How many apps does it take to plan dinner with friends? Most likely, it would take at least five:

  1.    One to message your friends at least two or three times
  2.    One to find a date that works for everyone
  3.    One to find an awesome restaurant
  4.    One to book a table
  5.    One to get directions to the restaurant

Does having an app for everything really make life easier? The fact is, we have too many apps right now, and most of them are point solutions. App stores and our mobile devices are overcrowded with apps, and our lives don’t seem to be getting any easier.

So what’s the solution for the “an app for everything” problem? Most likely, this issue will not be solved by creating more apps. What is needed is a consolidation of app functionality to create a new breed of multi-tasking solutions. Ideally, that would involve the creation of tools that can thread together workflows and genuinely simplify these tasks, creating “Super Apps” that layer into existing messaging applications. How might that work? Well, let’s take another look at our dinner planning scenario.

Imagine if, instead of going to five different apps, you went to your primary messaging app and sent a request to your Super App that said:

“I want to have dinner with Monica, Chandler, Ross, Rachel, and Joey on Thursday.”

Your Super App, powered by Natural Language Processing (NLP) and acting as a perfect personal assistant, would message all your friends on your behalf (since it has all their contact information already) and pick a time that works for everyone. It could then, since it knows all of your favorite restaurants (via check-ins and location data), make a reservation for your party. And, since it knows (via your calendar) where you’ll be immediately before your dinner date, it can also book you an Uber.

Within an hour or two, your Super App will send you a confirmation message, letting you know that dinner (“someplace nice”) and transportation are all taken care of. And all you had to do was ask.

NLP creates a simple way to navigate all those apps within a single workflow. That’s the beauty of Super App — it’s not really an app at all in the classic sense. Instead, it’s the glue that weaves together these disparate tasks via a primary messaging application.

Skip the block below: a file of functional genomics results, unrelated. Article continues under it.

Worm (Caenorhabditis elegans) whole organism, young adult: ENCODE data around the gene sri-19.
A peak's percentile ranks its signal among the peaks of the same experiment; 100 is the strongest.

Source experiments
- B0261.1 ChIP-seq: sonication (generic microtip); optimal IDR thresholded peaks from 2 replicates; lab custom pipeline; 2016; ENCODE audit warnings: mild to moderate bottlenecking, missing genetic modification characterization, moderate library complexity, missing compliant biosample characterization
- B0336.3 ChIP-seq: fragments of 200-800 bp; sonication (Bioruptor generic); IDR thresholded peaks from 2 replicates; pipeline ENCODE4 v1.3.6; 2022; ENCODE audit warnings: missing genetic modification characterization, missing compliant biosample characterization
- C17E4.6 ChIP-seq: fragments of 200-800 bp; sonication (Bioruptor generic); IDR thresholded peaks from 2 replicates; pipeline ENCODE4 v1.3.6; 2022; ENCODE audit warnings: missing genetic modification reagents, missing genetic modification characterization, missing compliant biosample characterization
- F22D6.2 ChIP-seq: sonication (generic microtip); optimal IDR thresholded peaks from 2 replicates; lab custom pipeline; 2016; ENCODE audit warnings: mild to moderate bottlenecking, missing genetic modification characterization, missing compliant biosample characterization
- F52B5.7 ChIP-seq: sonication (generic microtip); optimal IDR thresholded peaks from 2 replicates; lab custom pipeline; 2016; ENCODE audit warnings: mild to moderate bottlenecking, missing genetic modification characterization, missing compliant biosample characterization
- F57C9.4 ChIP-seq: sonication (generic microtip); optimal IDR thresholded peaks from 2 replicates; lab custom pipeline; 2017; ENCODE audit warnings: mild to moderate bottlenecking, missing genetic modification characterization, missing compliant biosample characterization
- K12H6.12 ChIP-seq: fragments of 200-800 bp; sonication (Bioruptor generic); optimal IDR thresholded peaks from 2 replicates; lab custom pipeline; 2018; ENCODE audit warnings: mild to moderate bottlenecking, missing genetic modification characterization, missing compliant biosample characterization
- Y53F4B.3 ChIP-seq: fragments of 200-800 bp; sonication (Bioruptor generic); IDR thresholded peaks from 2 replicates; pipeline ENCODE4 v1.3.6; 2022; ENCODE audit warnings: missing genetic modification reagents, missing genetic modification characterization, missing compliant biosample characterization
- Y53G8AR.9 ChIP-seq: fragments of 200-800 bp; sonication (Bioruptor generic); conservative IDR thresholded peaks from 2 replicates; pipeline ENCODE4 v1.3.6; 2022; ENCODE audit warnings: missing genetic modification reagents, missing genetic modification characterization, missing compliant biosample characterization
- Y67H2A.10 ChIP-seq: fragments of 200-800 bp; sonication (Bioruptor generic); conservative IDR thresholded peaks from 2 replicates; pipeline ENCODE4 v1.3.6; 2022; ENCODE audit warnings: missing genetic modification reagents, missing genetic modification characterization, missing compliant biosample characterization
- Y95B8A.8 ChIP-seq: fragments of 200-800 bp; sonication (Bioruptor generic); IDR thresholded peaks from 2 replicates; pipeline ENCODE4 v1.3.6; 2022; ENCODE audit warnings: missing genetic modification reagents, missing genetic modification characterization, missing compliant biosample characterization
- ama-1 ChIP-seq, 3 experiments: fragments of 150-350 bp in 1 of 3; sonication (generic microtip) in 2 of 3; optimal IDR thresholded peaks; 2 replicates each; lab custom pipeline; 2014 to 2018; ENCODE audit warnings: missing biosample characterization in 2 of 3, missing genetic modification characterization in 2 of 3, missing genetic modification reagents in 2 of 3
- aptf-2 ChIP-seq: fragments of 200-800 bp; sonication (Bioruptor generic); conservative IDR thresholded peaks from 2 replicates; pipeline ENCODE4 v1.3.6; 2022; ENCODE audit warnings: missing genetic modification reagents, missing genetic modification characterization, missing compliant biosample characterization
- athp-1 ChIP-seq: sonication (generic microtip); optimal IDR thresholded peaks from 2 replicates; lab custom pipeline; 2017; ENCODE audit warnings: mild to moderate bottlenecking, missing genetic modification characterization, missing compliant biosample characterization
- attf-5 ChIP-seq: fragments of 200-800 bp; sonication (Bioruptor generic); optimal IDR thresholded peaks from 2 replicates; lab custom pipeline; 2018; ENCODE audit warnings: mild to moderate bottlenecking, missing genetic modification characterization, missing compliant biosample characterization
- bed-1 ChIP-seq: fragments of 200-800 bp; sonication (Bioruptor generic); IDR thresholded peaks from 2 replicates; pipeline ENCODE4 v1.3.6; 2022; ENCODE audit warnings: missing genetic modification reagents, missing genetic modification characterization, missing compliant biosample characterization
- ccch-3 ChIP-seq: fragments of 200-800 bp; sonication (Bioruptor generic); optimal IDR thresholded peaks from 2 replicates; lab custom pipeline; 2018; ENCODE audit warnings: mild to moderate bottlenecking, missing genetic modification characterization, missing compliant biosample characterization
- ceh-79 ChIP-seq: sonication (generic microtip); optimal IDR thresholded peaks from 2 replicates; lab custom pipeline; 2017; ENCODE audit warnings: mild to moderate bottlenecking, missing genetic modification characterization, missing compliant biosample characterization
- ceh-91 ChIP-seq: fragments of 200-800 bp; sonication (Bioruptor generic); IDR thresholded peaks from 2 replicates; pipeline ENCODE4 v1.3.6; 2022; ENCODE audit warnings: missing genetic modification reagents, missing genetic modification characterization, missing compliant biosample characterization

The messaging app is the natural platform for the Super App, since nearly every task that faces us — whether it’s planning a social dinner or organizing a business project — involves communication with other people. Our messaging apps are our most used apps, our “home base” on our mobile and desktop devices. So rather than creating a new app that would force you to leave a messaging app like Mac Mail, Gmail or Outlook, the ideal Super App would come to you and integrate seamlessly into your messaging app of choice, even if that’s Twitter or your native texting app.

The Super App, since it relies on NLP, would understand your simple commands, and execute them in a predictable and trustworthy way. Ideally, it would receive messages the same way other recipients do, and have access only to the information and applications to which you’ve granted permission, gathering precisely the data it needs. As an example, for a project at work, it might pull information from your project management tool, your calendar, and your time tracking tool, in addition to your contact manager to set up regular project check-ins or assign tasks on your behalf.

In terms of its UI, it should be light and flexible, so it doesn’t bog your system down and so that it has room to grow as it learns. That is, after all, one of the benefits of NLP and artificial intelligence in general: it learns continually, and as it learns your language and habits, its capabilities can potentially improve and expand. That means Super Apps will only improve with age.

The future of mobile apps then is not more apps, but rather a more integrated and scaled down approach to completing tasks. Adding another point solution to the app stores is only going to make mobile use more cumbersome and confusing, in addition to eating storage and bandwidth. Developers need to think more about robust solutions that are both intuitive and elegant. Let’s change the thinking from “there’s an app for that,” to “there’s one app for all of that!”